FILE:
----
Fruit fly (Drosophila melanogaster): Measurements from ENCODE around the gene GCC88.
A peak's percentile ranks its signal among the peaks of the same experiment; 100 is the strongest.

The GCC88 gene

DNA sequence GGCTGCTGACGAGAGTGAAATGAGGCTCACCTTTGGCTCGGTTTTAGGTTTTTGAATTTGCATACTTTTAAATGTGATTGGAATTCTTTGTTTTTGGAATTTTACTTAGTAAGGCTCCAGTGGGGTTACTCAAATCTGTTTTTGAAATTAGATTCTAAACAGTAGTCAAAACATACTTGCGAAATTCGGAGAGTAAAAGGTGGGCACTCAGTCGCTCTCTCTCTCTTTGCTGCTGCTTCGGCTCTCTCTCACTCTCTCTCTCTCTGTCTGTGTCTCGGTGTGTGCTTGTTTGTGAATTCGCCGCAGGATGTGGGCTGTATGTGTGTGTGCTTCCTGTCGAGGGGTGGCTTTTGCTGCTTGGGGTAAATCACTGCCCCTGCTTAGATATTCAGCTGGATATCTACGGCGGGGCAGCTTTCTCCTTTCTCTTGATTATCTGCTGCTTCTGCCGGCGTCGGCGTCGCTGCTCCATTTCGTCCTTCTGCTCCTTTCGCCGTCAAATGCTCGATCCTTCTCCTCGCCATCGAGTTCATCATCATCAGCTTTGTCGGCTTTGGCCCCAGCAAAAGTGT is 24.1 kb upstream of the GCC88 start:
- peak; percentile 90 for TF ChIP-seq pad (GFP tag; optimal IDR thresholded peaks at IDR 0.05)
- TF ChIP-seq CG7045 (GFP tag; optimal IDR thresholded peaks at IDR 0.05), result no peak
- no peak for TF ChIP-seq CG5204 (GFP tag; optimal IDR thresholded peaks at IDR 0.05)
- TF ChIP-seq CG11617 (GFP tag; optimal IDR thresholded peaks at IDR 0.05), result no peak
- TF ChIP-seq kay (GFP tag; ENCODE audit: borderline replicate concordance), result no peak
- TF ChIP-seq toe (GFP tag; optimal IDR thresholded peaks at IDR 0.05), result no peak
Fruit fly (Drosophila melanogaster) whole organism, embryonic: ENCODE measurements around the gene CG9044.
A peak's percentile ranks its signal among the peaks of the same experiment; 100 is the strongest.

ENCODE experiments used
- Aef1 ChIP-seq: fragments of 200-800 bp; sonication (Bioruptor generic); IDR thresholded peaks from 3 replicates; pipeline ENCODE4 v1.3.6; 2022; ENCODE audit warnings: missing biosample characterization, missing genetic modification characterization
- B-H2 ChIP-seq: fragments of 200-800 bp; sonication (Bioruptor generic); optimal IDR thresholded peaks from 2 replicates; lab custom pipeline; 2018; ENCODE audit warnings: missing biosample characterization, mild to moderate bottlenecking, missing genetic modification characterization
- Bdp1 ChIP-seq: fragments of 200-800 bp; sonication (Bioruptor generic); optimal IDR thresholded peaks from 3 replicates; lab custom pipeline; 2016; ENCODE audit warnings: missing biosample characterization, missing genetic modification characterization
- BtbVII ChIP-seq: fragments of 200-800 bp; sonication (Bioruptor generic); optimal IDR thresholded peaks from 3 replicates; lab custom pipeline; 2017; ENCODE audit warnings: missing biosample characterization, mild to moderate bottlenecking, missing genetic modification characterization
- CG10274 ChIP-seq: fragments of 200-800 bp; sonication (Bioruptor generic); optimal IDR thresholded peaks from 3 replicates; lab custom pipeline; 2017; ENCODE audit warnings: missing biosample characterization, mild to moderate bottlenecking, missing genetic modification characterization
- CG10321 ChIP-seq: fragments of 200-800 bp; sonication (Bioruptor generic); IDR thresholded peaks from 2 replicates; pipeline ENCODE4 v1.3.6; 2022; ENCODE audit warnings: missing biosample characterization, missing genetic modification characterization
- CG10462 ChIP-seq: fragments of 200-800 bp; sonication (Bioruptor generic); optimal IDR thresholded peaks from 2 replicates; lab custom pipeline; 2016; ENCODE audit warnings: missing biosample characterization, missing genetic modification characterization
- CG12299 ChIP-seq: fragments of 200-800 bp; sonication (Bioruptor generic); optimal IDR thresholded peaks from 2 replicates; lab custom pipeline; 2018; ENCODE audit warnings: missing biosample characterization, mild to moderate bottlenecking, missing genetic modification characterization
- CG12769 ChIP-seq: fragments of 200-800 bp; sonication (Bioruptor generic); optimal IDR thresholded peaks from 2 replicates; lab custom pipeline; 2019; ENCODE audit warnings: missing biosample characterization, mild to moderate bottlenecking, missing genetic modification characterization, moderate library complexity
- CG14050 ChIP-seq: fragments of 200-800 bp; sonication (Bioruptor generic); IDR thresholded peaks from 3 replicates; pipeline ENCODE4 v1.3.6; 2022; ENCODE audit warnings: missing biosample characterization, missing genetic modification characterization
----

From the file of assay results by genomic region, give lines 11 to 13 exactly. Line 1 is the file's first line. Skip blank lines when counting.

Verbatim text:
Fruit fly (Drosophila melanogaster) whole organism, embryonic: ENCODE measurements around the gene CG9044.
A peak's percentile ranks its signal among the peaks of the same experiment; 100 is the strongest.

ENCODE experiments used